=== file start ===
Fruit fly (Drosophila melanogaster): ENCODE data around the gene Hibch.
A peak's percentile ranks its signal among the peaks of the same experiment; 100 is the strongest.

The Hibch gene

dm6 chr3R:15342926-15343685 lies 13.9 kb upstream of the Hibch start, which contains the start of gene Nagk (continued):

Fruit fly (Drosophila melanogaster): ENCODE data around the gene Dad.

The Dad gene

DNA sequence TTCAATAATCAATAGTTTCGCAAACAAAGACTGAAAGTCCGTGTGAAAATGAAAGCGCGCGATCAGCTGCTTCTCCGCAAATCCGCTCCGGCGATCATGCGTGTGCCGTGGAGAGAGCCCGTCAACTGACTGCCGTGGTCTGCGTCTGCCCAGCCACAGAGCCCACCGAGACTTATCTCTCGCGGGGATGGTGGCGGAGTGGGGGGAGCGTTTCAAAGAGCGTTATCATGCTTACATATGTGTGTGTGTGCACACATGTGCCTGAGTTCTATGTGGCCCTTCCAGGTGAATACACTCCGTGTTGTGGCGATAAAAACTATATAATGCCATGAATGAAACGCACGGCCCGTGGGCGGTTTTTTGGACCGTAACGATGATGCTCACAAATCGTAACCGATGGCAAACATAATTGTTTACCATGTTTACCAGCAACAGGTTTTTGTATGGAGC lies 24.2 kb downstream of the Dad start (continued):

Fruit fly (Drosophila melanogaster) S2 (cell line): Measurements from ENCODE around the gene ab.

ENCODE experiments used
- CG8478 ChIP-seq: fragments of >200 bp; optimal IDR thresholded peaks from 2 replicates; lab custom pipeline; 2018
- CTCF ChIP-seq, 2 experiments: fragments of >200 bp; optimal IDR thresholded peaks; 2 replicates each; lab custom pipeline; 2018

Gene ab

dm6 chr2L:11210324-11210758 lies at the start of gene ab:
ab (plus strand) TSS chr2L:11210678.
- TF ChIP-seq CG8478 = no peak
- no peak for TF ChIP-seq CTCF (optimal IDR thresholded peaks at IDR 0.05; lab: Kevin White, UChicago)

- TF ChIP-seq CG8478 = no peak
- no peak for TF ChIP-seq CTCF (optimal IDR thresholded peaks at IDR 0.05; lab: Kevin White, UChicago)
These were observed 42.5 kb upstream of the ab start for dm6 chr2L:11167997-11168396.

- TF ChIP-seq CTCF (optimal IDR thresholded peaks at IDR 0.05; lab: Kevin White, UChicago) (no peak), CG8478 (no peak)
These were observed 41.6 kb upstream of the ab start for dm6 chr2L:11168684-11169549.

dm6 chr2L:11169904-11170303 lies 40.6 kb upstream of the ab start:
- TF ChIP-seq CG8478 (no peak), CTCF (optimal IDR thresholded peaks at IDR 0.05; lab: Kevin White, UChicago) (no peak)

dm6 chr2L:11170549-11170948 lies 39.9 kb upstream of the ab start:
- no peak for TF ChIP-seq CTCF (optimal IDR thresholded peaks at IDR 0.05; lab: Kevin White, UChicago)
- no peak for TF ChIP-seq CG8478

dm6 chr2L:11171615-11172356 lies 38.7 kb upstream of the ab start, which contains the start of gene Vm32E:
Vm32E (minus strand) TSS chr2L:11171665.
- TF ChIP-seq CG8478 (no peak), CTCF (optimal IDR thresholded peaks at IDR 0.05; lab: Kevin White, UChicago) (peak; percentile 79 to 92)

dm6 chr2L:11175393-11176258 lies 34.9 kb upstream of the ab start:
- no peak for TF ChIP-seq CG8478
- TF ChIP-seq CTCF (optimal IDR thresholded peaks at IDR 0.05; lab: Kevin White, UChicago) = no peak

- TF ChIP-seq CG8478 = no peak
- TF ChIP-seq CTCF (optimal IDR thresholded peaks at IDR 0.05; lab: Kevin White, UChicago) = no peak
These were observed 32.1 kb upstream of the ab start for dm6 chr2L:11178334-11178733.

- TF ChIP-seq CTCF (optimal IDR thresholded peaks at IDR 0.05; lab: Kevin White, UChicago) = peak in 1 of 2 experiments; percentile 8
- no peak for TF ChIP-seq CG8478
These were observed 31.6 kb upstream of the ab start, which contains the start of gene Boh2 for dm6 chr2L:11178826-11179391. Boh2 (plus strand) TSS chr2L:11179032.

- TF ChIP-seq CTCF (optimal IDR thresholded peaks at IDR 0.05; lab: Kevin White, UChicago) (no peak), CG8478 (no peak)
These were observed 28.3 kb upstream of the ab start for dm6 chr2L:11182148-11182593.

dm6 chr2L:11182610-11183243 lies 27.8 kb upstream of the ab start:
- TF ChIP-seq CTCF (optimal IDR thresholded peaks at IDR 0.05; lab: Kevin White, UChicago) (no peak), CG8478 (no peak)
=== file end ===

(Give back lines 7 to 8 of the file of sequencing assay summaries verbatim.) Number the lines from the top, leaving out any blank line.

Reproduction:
DNA sequence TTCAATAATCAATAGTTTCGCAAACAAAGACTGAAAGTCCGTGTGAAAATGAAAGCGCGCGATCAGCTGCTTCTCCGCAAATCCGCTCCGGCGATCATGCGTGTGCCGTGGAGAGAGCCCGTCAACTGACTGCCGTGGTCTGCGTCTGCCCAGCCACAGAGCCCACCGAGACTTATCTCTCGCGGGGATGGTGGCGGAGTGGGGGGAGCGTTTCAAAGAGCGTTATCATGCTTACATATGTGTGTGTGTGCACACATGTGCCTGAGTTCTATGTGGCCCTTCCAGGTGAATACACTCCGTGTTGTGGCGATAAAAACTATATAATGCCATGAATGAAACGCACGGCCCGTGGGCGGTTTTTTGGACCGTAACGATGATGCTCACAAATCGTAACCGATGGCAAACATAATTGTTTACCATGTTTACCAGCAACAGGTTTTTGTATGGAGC lies 24.2 kb downstream of the Dad start (continued):

Fruit fly (Drosophila melanogaster) S2 (cell line): Measurements from ENCODE around the gene ab.